Caravan wheel clamps come in all different shapes and sizes, the smaller ones tend to clamp around the wheel in a single position and do not cover any of the wheel nuts, whilst the larger clamps attach to the wheel in more than one position and incorporate a disc that covers the wheel nuts, there are also axle wheel locks which lock through the wheel and attach to the caravans axle and chassis.
Insurance Approved caravan wheel clamps
Of course many caravan insurance companies’ security requirements will vary but a common theme is that most will need a wheel clamp for theft cover to be in force. It’s rare that an insurer will insist on the device you choose to have any type of security testing accreditation such as Sold Secure (see below) or Thatcham. And it’s unlikely they will promote any particular brand or model of wheelclamp, however they will usually have some basic requirements. For one they will usually insist that the wheelclamp is of proprietary make (not home made), and they may insist that the wheelclamp covers at least one wheel nut so theives can’t simply remove the caravan wheel to bypass the wheel clamp.
The most common way to meet Caravan Guard’s minimum security requirement is to fit a wheelclamp and hitchlock. The wheelclamp must be of a proprietary make and cover at least one wheel nut and part of the tyre – apart from the Bulldog Euroclamp which is acceptable providing there is a locking wheel nut.
Ease of fitting the wheel clamp to your caravan
An important factor to consider when choosing a wheelclamp is just how easy it is to fit, if it is difficult then the chances are it will end up in the corner of the garage in a heap.
Some clamps require the use of tools to tighten them against the wheel whilst others that are manufactured to suit specific sized wheels can be simply positioned on the wheel and locked in place.
It is always a good idea to ask the caravan dealer for a demonstration of the clamp prior to making a purchase, this way you will be able to familiarise yourself with what is entailed in fitting the clamp, rather than having a nasty shock trying to fit it when its pouring down with rain.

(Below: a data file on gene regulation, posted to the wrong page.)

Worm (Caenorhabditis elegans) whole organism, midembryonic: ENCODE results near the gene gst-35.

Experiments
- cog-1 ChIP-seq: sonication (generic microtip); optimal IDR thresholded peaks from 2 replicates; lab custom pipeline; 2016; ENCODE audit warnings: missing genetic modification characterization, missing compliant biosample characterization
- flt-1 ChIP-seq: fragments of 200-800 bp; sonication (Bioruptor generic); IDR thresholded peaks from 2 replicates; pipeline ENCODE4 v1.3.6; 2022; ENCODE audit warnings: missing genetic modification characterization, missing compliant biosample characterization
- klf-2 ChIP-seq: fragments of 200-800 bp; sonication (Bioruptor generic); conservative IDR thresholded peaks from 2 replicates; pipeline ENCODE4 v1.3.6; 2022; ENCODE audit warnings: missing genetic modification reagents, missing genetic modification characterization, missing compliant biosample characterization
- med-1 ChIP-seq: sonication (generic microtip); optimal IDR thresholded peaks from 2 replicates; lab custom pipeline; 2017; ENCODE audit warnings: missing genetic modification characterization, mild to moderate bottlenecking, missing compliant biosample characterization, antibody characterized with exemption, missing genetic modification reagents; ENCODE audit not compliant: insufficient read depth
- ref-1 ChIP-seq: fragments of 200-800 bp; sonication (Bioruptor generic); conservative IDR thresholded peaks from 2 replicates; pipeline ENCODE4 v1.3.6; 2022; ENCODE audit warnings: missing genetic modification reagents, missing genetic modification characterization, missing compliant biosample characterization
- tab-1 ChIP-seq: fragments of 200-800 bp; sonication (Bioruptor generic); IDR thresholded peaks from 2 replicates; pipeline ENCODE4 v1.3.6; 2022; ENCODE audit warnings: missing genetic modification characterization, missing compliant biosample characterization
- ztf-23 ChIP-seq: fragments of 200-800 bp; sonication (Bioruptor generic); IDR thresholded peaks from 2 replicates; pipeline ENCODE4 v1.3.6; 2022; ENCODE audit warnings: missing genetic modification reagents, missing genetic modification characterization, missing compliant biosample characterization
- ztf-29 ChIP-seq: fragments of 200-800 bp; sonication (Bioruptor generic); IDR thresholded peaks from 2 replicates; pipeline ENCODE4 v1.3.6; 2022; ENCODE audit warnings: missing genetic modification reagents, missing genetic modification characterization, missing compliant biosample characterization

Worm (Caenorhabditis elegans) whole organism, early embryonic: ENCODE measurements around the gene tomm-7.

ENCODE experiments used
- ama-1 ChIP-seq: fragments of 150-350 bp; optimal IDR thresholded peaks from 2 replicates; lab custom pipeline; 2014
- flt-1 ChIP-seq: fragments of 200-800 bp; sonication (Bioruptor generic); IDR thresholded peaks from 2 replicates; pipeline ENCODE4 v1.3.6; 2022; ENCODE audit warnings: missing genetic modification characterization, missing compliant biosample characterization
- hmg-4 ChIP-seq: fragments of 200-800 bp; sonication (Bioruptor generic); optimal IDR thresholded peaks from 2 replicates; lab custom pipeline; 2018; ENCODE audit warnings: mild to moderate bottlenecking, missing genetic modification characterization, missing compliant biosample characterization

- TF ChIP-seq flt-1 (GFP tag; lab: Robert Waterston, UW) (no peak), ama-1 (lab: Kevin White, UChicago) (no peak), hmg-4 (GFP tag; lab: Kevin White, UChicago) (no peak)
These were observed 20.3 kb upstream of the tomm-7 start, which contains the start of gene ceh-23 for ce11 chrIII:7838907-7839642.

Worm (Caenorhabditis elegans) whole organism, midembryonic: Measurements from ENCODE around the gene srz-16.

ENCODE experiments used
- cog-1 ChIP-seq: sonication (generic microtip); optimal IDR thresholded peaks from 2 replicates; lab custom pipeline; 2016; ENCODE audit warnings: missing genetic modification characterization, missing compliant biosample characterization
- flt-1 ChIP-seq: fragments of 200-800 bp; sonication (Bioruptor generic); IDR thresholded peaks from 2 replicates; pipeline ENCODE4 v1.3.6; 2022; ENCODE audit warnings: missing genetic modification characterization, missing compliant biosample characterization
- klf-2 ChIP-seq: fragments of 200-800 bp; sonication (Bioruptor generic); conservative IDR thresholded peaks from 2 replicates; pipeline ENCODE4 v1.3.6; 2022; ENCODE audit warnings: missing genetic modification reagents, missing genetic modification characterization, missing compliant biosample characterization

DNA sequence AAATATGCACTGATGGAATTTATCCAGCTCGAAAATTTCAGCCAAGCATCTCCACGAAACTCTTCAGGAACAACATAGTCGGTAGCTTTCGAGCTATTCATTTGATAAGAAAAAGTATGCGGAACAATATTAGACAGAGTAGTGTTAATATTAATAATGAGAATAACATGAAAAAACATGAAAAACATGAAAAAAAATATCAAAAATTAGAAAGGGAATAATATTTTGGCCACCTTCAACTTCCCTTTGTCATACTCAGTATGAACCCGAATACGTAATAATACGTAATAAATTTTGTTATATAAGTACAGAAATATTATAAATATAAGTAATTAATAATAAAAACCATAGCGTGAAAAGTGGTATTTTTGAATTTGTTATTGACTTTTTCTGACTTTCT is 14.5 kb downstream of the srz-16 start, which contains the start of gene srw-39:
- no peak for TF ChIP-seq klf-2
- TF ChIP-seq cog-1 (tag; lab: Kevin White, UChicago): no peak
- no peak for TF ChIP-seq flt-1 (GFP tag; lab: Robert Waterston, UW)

Caravan wheel clamp Specification
Some of the basic wheelclamps use padlocks to secure them in place, whilst others have integral locks. Should you choose to buy one that requires a padlock it should ideally be of good quality, hardened, and have a closed shackle to reduce the chance of it being bolt cropped.
If the wheelclamp has an integral lock then it should have a minimum of 10 pins and feature a central hardened pin to deter attempts to drill the centre of the lock. If the lock itself is not hardened then it should be installed in a hardened housing or shielded by other metal components so it cannot be easily sawn or broken off.
Attention should also be given to the arms that secure the clamp to the wheel. The material should be substantial in order to resist any attempts to lever the clamp from the wheel. Lighter gauge materials should also be case hardened to ensure they are capable of resisting attacks made with a hacksaw.
Once in place the clamp should fit closely to the wheel, both at the front and around the back, as the closer the fit the more difficult it is to remove.
The appearance of a good quality wheelclamp should be enough to put off the most determined thief, make sure it is highly visible and always ensure you follow the manufacturer’s fitting instructions, a poorly fitted wheelclamp is an open invitation to a thief to steal your caravan.
Sold Secure approval of wheel clamps
When purchasing a wheelclamp or hitchlock, we do recommend you look for the Sold Secure logo. Products that bear the Sold Secure logo have been attack tested by a Sold Secure technician. The technician will have imitated criminals by trying as hard as they can to break, hacksaw, lever, pick or using brute force wreck the security product being tested.
Sold Secure have close ties with a number of constabularies and insurers who provide regular information regarding the methods of theft and the tools utilised by criminals in their areas. This helps to maintain up to date specifications and means security products can be assessed in the light of the risk they are likely to encounter when in use. Each product that carries the Sold Secure logo has to be audited annually to ensure they are capable of withstanding the lastest attack methods. For an up to date list of Sold Secure approved products visit www.soldsecure.com
The above article was written by Bulldog Security Products Ltd, one of the UK’s leading manufacturers of caravan security devices and locks. For more information visit www.bulldogsecure.com.
News Home » Caravan wheel clamps explained: Types of wheel clamps